all right. Unless a man can make sure of hitting a lamp-post at
fifty paces, it will be no use his trying to bring you down." A nice
companionable man GRANDOLPH. Always tries to say something pleasant.
But really I don't pay much attention to his kindly apprehensions. I
shall be boahed, I daresay; but not by the passage of a bullet, or the
thrust of a knife.

People evidently expect great things to follow on my arrival in
Dublin. To the accident of my holiday absence in Scotland they
attribute all the failures of the Executive. "If BALFOUR had been
there," they say, "W. O'BRIEN would now be comfortably in gaol and T.
D. S., Lord Mayor, would be laid by the heels." I weally don't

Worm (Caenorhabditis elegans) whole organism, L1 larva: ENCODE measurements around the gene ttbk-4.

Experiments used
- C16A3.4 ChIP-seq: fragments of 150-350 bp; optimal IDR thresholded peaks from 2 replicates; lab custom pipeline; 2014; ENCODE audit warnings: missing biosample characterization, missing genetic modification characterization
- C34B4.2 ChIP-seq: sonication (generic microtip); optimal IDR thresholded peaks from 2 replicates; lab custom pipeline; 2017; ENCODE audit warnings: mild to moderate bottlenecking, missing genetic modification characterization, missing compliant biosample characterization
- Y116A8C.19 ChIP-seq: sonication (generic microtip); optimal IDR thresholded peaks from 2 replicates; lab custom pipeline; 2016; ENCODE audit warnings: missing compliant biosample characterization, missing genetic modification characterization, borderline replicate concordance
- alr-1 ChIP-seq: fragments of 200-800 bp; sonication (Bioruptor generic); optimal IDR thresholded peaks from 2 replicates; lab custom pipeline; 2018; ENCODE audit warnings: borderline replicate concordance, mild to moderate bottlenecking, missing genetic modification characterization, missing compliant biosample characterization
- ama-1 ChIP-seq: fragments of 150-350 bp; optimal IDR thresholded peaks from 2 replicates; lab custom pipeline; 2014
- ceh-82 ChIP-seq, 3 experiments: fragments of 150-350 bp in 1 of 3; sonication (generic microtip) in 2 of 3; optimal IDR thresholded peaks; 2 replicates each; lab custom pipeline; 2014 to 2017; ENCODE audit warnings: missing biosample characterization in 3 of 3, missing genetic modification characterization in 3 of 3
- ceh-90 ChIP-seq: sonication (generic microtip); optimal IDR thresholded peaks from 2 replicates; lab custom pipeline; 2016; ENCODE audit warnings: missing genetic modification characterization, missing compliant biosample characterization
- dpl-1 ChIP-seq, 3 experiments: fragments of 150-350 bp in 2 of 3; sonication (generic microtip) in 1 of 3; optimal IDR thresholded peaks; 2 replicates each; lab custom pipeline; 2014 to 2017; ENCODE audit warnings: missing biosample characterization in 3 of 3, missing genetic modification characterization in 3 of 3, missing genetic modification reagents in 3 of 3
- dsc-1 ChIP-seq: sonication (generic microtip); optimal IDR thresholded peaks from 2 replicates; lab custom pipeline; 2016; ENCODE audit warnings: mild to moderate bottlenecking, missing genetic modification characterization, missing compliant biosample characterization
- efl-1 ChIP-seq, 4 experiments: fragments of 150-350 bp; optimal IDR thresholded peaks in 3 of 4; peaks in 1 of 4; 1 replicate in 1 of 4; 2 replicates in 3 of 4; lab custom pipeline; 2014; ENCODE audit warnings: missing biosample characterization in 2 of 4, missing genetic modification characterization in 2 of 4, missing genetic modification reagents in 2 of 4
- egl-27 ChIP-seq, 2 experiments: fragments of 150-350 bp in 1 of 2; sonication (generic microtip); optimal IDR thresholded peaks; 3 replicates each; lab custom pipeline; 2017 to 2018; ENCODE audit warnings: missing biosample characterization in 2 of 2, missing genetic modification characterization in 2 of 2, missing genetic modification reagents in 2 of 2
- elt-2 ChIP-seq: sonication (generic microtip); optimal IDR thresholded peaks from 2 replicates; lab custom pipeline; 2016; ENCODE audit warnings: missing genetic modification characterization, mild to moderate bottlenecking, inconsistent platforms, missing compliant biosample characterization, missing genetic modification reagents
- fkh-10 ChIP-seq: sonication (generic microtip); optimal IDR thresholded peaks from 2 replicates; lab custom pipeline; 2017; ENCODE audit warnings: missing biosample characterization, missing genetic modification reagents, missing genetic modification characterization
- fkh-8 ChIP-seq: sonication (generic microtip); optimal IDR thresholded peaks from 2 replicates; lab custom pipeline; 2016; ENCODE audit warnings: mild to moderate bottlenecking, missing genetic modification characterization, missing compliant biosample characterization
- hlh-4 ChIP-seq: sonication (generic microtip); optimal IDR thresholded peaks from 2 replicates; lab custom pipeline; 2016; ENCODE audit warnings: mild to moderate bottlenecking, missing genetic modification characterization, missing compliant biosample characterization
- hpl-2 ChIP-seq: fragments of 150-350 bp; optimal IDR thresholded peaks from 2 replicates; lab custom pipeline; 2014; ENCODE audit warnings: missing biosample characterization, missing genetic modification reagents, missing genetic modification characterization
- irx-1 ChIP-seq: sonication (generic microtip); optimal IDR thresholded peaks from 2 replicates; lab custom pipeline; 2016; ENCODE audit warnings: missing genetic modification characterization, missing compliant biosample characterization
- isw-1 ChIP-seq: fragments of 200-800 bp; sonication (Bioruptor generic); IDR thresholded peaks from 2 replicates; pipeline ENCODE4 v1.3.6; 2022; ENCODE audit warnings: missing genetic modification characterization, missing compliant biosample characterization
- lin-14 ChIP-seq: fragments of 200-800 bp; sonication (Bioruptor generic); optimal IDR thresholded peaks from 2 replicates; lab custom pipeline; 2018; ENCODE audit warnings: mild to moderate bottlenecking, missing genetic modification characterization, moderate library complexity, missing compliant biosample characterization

know. Fact is, I have not closely followed up affairs either in the
newspapers or despatches. There have been some rows, I understand.
But that is not unusual in Ireland. Where people are right in
kindly looking to me to restore peace and order in Ireland is in the
supposition that I have a plan. That is true, though I cannot claim
personal and private property in it. Fact is the plan is CROMWELL'S.
It worked admirably when originally put in practice, and I do not see
any reason why it should fail now. There are, of course, difficulties
in the way; prejudice to be overcome, legal forms to be dealt with,
and that sort of thing. There is also, next Session of Parliament to
be met, and awkward questions by TIM HEALY and the rest. But they
need not think to intimidate me by such reflections. I shall put